There are a fair amount of pieces that are based in Paris, or at least have Paris in the title. Do you do a lot of your work while traveling?
I first developed an interest in photography in the 90's when I was traveling a lot. Nowadays, I mostly photograph closer to home. However, I still love to travel and do so at least a few times a year, even if it just means a road trip and packing up the camping gear. The excitement of being in a new place is about the only thing that gets me up before dawn to photograph in the early morning light.
Above: The Rule of Thirds
You live in one of my favorite cities of all time, Montreal! Where do you find the most inspiration in your city? Was it these things that drew you from your native Ontario to Montreal?
Actually, it was my boyfriend that drew me to Montreal in 2001 and then my passion for photography really deepened here. Montreal has so many wonderful green spaces, such as Mont Royal and the Botanical Gardens, which I frequently visit throughout the seasons. Since Montreal is an island, I am also inspired by the shoreline as I love coastal and long exposure photography. There are also so many great neighborhoods in Montreal, like Old Montreal and the Plateau, that make for wonderful subjects, as well as serving as beautiful backdrops for my people photography.
Above: The Swing Set
Your book list on your website includes Robert ParkeHarrison’s ‘The Architect’s Brother’, who does a lot of image manipulation and photo collage in an editorial context. Did you find a lot of inspiration in his body of work?
He is probably my favorite photographer. I return to his images time and time again for inspiration and to feed my soul. Even though he explores some fairly bleak themes about loss, struggle and our destruction of the environment, there is something so beautiful and poetic about his images. I see his photographs as a call to action to save our planet before it’s too late. The creativity and amount of work that goes into each photograph is astounding, and I have such an immense respect for him (and his wife, with whom he works).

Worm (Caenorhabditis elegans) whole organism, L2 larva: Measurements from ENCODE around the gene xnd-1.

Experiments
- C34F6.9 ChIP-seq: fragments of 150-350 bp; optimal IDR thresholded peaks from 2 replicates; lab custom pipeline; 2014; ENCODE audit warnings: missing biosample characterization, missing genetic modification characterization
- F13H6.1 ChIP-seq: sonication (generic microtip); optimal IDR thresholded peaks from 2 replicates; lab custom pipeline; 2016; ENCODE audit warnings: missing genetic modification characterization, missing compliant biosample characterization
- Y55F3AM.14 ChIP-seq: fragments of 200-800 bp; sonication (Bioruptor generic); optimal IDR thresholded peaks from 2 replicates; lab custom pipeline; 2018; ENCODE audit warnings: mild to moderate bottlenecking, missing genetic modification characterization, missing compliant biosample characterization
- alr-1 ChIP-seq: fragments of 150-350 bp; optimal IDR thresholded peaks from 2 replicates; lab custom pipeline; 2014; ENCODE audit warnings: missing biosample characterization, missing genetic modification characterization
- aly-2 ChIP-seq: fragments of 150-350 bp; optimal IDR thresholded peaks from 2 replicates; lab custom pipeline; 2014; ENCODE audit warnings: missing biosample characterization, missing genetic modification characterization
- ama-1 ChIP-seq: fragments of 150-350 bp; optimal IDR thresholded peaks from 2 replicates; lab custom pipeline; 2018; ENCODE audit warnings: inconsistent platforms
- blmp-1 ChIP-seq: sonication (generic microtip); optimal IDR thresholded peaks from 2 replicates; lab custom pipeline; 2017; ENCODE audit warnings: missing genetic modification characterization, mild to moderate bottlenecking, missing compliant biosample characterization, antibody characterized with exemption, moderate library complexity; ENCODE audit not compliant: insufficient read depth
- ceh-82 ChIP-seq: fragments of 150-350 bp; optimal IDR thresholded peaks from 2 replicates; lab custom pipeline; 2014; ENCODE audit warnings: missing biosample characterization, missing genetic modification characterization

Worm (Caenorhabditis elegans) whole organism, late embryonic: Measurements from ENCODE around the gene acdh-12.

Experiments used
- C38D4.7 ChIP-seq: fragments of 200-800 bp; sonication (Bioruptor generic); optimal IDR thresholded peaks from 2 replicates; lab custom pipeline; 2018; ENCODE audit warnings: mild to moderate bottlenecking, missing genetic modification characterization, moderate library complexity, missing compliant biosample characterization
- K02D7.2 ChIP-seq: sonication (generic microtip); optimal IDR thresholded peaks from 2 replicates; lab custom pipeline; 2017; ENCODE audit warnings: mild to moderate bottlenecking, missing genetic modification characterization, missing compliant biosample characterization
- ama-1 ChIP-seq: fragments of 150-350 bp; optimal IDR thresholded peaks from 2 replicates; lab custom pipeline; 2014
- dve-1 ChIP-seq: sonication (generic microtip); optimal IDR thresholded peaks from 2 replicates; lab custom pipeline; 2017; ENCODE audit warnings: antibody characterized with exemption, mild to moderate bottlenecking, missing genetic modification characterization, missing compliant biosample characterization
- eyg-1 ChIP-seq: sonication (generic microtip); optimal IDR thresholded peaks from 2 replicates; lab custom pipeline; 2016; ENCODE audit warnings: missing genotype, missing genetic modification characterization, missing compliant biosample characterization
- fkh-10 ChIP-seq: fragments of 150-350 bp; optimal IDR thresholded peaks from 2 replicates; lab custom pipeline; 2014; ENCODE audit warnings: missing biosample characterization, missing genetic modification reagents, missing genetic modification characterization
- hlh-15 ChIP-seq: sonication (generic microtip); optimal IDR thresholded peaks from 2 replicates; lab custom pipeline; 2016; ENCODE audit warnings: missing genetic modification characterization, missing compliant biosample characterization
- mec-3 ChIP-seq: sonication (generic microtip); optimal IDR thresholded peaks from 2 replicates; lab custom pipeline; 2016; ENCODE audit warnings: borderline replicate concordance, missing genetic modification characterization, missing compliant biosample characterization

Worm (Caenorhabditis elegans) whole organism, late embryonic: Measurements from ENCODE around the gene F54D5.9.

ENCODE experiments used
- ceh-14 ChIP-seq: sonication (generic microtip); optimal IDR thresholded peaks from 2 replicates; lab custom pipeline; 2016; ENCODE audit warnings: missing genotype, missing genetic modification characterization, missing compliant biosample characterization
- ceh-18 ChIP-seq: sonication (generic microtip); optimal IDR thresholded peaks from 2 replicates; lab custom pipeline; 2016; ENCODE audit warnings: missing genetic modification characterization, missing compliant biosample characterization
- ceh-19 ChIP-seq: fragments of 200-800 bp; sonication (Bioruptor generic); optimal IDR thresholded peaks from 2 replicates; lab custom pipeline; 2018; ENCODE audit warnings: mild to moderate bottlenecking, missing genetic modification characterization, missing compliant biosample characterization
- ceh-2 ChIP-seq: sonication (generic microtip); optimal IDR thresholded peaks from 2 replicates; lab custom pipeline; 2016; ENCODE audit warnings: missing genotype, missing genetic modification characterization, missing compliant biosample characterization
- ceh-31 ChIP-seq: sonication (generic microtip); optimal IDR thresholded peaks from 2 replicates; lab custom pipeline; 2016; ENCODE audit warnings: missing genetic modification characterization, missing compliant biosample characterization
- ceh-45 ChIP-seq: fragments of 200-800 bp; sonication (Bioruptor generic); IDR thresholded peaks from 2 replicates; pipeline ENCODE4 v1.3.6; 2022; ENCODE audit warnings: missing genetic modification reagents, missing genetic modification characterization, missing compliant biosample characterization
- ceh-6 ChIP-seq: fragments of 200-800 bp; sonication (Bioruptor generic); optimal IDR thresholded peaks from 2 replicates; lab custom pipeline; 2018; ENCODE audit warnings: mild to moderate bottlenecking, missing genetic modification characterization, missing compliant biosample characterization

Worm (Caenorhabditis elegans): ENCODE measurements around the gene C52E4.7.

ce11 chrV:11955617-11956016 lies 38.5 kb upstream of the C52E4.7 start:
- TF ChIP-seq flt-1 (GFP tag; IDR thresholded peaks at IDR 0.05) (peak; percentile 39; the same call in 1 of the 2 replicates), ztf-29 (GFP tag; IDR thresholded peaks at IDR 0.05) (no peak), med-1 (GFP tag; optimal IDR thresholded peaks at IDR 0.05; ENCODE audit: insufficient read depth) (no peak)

Your prints come in a choice of archival matte paper or a metallic finish. Can you explain the difference between the two?
The matte paper has no gloss and is well-suited to photographs that are layered with textures, as it gives the images a more painted quality. I absolutely love the metallic paper though. The colors are so vibrant and it has a unique three-dimensional quality. The metallic paper has a subtle pearlescent sheen and certain colors positively shimmer on it.
Above: Possibly Maybe
Do you participate in a lot of gallery shows? Where can we keep an eye out for your work besides your personal website and your Etsy website?
Thanks to the internet, gallery owners have found my work and contacted me about participating in exhibitions. My work has been displayed in a few galleries in the United States and the United Kingdom. I haven’t approached local galleries to date, although I plan to later this year. My websites are the best way of keep up-to-date on my latest work.
Irene’s prints can be ordered in 5x7 up to 24x30” sizes in an archival matte or metallic finish. Many are also available in a square format, and custom and wholesale orders are also welcome.
To contact Irene Suchocki:
Visit her company website at: http://www.irenesuchocki.com/
Visit her blog at: http://is-theblog.blogspot.com/
Visit her Etsy shop at: http://www.etsy.com/profile.php?user_id=5064563
Written by Ehren Seeland